Cementing this deal carries concerns in West Allis
Neighbors hope city protects their interests if cement plant is approved
West Allis — Sue and Joe Goetz have lived on 114th Street for 16 years, keeping their windows closed year-round and the air conditioner on most of the time, with reason.
Even with the windows closed, a powdery dust from a nearby cement plant gets all over everything.
"I could dust every day," Sue Goetz said.
Now, a similar cement plant is proposed even closer to their home, and they, along with their neighbors, are pretty upset, she said.
Between the dust and the noise of trucks rumbling by at 5 a.m. rattling pictures on the wall, more of the same, Goetz said, "It isn't something I want to live with."
A pending proposal
Cement batch plants are allowed with city permission under zoning for that area, which is on Quad Graphics property and just behind the Quad plant at 555 S. 108th St.
Last week, city officials were to consider the request of the Brownsville-based Michels Corp. to establish a plant that would mix cement on site and pour it into dump trucks enroute it to the Zoo Interchange road project nearby.
Michels officials said they weren't ready for city consideration last week and they may not be ready for the Oct. 23 Plan Commission as they work things out with local officials, said Ryan Murphy, senior manager.
Michels already has some subcontracts on the interchange at this point but has not started work, he said, adding that the company hopes to get more Zoo Interchange contracts.
As many as 30 dump trucks per hour could go to and from the proposed plant, city officials said.
Two aldermen who represent the area are aware of the neighbors' concerns, especially in light of complaints they already get about the existing Zignego Ready Mix plant, and have a list of issues of their own that they feel need to be addressed.
"Our number one concerns are traffic, dust, noise, water quality and basically the livability of the neighborhood," said Alderman Michael May. "I've been talking to neighbors and I've yet to come across anybody in favor of it."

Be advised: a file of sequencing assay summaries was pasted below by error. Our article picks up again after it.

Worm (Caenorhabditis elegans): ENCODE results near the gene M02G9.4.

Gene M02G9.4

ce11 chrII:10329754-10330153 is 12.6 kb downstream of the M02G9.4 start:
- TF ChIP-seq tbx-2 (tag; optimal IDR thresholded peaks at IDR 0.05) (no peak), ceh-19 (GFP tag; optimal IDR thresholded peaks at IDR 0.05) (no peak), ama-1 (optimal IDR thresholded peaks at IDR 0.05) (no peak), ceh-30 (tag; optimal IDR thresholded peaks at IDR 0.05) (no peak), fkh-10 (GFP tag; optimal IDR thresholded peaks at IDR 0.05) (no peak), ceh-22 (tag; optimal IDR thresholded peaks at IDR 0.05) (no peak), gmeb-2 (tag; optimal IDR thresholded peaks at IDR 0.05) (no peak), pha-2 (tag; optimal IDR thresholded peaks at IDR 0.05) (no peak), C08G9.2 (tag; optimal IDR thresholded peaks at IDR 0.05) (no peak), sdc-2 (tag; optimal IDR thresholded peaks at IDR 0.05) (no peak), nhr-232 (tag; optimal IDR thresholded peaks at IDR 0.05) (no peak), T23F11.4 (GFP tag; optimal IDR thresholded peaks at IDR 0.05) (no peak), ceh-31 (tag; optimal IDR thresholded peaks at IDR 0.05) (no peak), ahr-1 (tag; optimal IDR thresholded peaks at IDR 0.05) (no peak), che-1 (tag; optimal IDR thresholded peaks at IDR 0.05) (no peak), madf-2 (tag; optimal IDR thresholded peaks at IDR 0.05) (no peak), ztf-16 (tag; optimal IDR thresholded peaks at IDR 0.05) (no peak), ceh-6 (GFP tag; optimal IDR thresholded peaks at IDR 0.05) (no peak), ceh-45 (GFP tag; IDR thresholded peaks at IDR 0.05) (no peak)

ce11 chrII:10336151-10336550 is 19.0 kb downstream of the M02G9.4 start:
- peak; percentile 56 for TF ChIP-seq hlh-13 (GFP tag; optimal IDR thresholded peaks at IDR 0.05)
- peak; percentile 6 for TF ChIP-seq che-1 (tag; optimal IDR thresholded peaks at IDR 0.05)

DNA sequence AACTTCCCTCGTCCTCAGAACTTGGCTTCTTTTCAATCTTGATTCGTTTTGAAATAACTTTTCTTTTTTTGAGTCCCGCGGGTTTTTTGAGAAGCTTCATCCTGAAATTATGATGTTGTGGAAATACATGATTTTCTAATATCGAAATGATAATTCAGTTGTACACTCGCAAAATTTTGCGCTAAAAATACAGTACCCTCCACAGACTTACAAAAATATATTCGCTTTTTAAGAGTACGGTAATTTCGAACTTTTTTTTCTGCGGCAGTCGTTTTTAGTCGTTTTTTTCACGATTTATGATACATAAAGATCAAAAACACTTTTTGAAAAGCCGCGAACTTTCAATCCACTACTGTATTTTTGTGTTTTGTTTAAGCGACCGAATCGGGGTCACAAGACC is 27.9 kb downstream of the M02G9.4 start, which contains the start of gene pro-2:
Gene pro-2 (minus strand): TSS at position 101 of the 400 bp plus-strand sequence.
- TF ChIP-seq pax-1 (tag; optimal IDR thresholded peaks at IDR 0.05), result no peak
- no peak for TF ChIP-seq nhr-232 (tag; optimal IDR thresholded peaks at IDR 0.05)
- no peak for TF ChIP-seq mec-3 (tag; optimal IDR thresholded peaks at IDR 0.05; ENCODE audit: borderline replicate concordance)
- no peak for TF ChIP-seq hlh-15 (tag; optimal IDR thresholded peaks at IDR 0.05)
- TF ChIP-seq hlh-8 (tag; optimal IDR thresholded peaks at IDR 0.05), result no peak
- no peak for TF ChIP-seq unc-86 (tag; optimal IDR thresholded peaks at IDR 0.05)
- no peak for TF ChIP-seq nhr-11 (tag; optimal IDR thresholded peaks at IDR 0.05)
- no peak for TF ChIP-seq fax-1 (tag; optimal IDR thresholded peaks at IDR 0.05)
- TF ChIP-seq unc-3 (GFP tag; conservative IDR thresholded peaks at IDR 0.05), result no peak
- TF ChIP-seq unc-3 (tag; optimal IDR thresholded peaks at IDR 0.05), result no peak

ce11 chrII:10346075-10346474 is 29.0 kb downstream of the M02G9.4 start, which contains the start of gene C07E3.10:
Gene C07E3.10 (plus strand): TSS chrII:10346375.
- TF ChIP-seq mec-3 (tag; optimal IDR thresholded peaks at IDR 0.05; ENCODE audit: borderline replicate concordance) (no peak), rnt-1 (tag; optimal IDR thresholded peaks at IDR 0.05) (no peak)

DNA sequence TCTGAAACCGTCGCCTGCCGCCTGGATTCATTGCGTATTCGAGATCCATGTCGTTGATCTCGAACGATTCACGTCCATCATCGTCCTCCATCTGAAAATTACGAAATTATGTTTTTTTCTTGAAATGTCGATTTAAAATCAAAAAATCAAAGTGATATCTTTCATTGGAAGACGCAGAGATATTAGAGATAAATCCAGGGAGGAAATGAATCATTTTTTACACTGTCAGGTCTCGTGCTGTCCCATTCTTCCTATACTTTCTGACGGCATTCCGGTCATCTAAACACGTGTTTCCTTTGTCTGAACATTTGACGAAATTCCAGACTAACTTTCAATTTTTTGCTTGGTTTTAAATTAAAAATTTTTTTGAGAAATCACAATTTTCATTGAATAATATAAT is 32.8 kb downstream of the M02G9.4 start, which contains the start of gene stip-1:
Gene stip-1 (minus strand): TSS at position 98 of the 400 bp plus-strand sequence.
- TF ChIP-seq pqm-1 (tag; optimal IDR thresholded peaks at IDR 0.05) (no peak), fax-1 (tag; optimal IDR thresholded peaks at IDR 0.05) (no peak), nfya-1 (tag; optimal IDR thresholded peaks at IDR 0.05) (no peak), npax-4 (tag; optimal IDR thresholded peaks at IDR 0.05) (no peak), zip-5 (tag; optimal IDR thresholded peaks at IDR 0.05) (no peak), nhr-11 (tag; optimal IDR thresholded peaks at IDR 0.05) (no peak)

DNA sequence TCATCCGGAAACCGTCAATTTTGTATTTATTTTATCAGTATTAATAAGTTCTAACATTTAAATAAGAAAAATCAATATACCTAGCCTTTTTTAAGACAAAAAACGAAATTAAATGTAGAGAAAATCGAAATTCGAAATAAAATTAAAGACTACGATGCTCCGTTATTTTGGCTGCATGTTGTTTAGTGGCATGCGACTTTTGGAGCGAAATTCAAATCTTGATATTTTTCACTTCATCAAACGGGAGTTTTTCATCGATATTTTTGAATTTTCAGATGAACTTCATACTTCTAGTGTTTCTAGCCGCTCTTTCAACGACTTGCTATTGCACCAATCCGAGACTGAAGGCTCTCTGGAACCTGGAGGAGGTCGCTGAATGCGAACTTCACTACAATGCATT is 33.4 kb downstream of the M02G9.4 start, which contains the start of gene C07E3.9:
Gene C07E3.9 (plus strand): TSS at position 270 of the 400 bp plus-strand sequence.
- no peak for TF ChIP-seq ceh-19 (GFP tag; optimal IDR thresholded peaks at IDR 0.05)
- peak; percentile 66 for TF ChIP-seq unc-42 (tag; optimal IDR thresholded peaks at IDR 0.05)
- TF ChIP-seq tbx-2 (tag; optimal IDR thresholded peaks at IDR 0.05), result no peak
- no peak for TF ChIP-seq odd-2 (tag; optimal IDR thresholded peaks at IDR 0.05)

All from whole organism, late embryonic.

Alderman Gary Barczak, who also is chairman of the city Public Works Committee, emphasized that he has not made up his mind on the project, but that there are a lot of concerns that need to be addressed first.
Barczak noted that most of the interchange paving work will be done at night, based on a Wisconsin Department of Transportation presentation he attended last week. So that's when Michels' trucks would be busiest, he said.
He also noted that the plant itself would generate plenty of noise — such as backup warning beepers — at all hours. That would be a problem in addition to the dust concerns, he said.
"We're not going to have that noise going on that late at night," Barczak said.
To reduce the impact on homes, the company agreed to bypass homes and the busy Theodore Trecker Way to reach 108th Street.
Instead, they would use part of the Hank Aaron bike trail that will be closed during construction and used for Zoo Interchange truck traffic. The dump trucks would then take the winding frontage road up to Highway 100. From there, it's a short distance to the I-94 ramps.
However, that frontage road, which also leads to the Colder's store, has no traffic light. So the city is working with state officials to determine whether 30 trucks an hour using that road would be safe, said planner Shaun Mueller.
Bad deal for city?
Another thing that annoys not only officials but residents, too, is that the proposed plant wouldn't pay any property taxes because no buildings would be built.
Goetz said, "Where's the benefit to West Allis? They're a business making money and they would not pay taxes, that bugs me."
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